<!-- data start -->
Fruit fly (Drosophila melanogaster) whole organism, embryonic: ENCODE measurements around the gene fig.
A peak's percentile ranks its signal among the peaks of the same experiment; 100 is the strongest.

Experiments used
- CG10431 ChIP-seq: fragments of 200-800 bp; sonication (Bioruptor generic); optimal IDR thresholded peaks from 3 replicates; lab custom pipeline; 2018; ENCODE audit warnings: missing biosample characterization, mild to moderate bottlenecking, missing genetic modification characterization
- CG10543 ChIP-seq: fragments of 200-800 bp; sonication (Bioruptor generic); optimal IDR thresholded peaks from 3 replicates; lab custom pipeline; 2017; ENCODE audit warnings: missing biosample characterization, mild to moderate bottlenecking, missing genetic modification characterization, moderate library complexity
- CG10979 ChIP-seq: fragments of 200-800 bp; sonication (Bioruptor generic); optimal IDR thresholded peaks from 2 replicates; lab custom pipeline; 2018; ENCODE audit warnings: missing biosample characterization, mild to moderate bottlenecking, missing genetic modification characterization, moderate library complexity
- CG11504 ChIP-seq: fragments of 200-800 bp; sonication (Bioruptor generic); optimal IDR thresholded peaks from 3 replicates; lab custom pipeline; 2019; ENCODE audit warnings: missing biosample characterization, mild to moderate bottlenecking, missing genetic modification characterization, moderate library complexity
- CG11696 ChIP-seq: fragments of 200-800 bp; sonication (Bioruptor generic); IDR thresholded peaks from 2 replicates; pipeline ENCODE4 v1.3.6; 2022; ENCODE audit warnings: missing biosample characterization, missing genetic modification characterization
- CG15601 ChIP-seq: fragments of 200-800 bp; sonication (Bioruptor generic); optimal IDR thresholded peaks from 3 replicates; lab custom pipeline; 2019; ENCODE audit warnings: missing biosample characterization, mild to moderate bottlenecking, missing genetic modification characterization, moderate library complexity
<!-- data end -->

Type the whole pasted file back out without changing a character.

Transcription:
Fruit fly (Drosophila melanogaster) whole organism, embryonic: ENCODE measurements around the gene fig.
A peak's percentile ranks its signal among the peaks of the same experiment; 100 is the strongest.

Experiments used
- CG10431 ChIP-seq: fragments of 200-800 bp; sonication (Bioruptor generic); optimal IDR thresholded peaks from 3 replicates; lab custom pipeline; 2018; ENCODE audit warnings: missing biosample characterization, mild to moderate bottlenecking, missing genetic modification characterization
- CG10543 ChIP-seq: fragments of 200-800 bp; sonication (Bioruptor generic); optimal IDR thresholded peaks from 3 replicates; lab custom pipeline; 2017; ENCODE audit warnings: missing biosample characterization, mild to moderate bottlenecking, missing genetic modification characterization, moderate library complexity
- CG10979 ChIP-seq: fragments of 200-800 bp; sonication (Bioruptor generic); optimal IDR thresholded peaks from 2 replicates; lab custom pipeline; 2018; ENCODE audit warnings: missing biosample characterization, mild to moderate bottlenecking, missing genetic modification characterization, moderate library complexity
- CG11504 ChIP-seq: fragments of 200-800 bp; sonication (Bioruptor generic); optimal IDR thresholded peaks from 3 replicates; lab custom pipeline; 2019; ENCODE audit warnings: missing biosample characterization, mild to moderate bottlenecking, missing genetic modification characterization, moderate library complexity
- CG11696 ChIP-seq: fragments of 200-800 bp; sonication (Bioruptor generic); IDR thresholded peaks from 2 replicates; pipeline ENCODE4 v1.3.6; 2022; ENCODE audit warnings: missing biosample characterization, missing genetic modification characterization
- CG15601 ChIP-seq: fragments of 200-800 bp; sonication (Bioruptor generic); optimal IDR thresholded peaks from 3 replicates; lab custom pipeline; 2019; ENCODE audit warnings: missing biosample characterization, mild to moderate bottlenecking, missing genetic modification characterization, moderate library complexity